You’d expect that to mean more room in the cargo hold, but it has only 400L worth of Myer bags when packed to the top of the rear seats. The cargo hold floor is quite high to accommodate the spare full size tyre which is accessed from underneath the vehicle. You don’t have to unpack the car to change a tyre. There spare tyre also pressure monitoring, along with all other wheels.



LEXUS raided the goodies bin to make sure the LX comes almost fully loaded.

For those of you who like a bit of leather in your life, the interior is glamorously clad in leather from a cow. There wasn’t quite enough to go around so they’ve shoved some genuine fake pleather in as well. I can’t tell the difference, and I defy you to too.

Adjustable hydraulic suspension can whisk the LX up in a flash. More importantly, it crouches automatically so no loafers are scuffed while getting out. The buttons sits over on the left side of the console.

Next to it are dials for those fab drive modes, including off-road programmes.

LEXUS LX 450d uses Toyota’s “crawl” system. It allows a car the size of a small moon to move the wheels and steering to lift itself gracefully out of the most appalling situations. There is no need to ruin your outfit digging on the mud.

There are great videos on the interwebz. One has some rather jazzy kazbah music as an LC200 lifts itself after being bogged to the axles in sand. Take a look:-

Climate Concierge is your personal comfort assistant.

It uses seat heating and cooling (if fitted), climate control, and steering wheel heating (if fitted), turning them on and off so every bum is kept at just the right temperature. There is no need of blankies, even on the longest trip.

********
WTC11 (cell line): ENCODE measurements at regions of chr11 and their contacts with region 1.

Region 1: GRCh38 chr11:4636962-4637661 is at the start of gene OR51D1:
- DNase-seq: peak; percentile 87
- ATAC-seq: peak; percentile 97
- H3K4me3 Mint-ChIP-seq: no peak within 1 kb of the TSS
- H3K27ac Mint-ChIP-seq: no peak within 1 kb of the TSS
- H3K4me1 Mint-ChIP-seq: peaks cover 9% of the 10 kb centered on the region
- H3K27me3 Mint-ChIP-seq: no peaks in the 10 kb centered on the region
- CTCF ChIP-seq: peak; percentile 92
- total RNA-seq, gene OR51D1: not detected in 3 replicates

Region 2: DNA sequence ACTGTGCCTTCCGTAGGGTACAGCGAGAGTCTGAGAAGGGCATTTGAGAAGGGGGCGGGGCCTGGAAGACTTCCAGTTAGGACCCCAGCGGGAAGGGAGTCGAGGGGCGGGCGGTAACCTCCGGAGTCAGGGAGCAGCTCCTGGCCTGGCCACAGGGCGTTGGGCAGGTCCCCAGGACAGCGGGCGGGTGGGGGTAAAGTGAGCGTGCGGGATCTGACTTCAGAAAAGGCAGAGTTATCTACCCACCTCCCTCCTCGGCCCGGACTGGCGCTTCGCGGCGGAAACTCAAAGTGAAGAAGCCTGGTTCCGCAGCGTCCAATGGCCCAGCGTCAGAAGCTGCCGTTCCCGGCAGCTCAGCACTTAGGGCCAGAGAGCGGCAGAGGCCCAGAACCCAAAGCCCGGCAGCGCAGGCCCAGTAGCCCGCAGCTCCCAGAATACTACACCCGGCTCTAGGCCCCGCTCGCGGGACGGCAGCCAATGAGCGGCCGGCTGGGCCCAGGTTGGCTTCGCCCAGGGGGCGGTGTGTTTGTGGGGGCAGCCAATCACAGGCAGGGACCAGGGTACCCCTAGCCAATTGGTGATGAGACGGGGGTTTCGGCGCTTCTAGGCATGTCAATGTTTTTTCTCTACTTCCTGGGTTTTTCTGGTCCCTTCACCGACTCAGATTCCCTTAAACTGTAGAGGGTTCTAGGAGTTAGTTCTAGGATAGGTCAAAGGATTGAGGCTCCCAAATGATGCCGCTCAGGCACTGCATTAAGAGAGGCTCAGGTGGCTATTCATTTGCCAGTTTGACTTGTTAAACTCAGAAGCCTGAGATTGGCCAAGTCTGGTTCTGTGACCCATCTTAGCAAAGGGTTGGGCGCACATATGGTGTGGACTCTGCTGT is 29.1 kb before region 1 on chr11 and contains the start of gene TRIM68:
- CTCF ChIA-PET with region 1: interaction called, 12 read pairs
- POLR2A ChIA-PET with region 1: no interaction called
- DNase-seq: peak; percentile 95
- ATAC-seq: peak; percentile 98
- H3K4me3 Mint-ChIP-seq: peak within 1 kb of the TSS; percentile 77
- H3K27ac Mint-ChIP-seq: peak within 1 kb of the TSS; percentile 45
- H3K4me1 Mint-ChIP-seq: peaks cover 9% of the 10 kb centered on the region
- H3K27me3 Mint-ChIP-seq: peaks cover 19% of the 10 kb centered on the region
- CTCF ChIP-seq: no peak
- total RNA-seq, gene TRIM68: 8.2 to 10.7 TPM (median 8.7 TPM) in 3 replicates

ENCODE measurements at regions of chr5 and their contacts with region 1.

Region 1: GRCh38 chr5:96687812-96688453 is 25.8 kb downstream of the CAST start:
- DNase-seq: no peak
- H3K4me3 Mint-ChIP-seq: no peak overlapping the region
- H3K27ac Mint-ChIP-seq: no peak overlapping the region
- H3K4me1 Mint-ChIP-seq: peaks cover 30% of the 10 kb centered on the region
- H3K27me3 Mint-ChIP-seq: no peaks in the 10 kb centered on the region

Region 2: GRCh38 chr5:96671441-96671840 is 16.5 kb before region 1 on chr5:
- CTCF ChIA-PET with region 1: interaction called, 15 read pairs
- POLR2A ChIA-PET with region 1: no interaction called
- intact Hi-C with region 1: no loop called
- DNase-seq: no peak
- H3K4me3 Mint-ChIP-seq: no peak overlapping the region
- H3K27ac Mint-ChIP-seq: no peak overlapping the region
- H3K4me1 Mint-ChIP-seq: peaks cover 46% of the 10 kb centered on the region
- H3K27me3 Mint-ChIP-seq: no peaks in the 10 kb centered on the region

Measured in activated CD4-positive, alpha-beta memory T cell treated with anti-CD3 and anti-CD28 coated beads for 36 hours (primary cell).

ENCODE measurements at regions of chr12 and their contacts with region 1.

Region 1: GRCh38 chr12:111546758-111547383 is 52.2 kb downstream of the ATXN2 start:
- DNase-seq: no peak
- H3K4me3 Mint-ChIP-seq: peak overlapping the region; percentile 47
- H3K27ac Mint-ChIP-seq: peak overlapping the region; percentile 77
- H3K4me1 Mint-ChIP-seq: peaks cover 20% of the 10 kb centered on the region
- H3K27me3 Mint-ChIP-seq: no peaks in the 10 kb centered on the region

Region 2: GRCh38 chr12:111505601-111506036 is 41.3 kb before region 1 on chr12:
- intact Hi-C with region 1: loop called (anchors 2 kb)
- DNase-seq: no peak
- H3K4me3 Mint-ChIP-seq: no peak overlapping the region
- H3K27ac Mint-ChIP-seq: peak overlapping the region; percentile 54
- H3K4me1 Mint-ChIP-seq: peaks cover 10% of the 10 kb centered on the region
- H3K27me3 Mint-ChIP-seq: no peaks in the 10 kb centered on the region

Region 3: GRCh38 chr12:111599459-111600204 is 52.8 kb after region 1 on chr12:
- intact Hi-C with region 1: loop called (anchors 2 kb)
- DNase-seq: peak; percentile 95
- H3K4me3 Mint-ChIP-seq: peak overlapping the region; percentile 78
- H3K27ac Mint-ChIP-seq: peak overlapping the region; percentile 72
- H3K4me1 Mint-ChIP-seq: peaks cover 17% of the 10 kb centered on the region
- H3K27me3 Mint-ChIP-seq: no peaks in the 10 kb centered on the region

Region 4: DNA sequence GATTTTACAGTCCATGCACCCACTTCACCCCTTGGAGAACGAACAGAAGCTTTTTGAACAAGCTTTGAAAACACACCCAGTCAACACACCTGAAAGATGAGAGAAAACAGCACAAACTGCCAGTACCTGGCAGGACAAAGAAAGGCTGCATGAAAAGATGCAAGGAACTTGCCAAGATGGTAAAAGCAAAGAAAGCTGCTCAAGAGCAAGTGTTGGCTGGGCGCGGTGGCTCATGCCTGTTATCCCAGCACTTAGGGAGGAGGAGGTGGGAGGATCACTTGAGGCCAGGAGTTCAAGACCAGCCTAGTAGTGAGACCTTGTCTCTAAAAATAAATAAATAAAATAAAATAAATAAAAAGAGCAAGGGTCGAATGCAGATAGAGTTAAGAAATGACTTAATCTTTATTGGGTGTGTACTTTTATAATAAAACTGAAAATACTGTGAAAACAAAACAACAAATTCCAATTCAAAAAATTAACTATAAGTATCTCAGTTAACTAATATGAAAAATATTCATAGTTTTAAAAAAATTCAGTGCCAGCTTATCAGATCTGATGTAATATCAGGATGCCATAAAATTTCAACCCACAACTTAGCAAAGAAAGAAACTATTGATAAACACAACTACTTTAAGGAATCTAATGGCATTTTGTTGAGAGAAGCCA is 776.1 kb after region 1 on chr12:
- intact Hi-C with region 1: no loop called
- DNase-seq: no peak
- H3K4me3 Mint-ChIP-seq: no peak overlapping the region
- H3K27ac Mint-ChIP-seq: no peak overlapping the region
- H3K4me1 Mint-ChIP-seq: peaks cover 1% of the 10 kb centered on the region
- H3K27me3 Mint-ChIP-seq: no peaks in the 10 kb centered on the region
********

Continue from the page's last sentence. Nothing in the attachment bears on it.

The first time I used it, the LEXUS had the steering wheel and seat heating on, but only for a few minutes until the climate control got its act together.

LX retains the older style hydraulic steering and cannot accommodate automated steering. So, do not expect to find active lane control and self parking. You might have to actually drive the thing yourself.

Here are my favourite gadgets:

  • Quad zone climate control
  • Heated seats
  • 3” LCD display
  • DAB radio (no Apple CarPlay/Android Auto. SHAME Lexus, SHAME)
  • Crawl
  • Low/high range gearing with locking hubs
  • Off-road drive programmes
  • 5 on-road drive modes (1 customisable)
  • Adjustable Hydraulic suspension
  • Active radar cruise control
  • Lane departure warning
  • Blind spot monitor
  • Wireless phone charger
  • Towing-3,500 braked

Drive and Engine

I’m not normally excited by driving a 2,700kg brute around town. Full size SUVs are a handful in a Coles carpark, but fear not. It is no harder to park than a bus.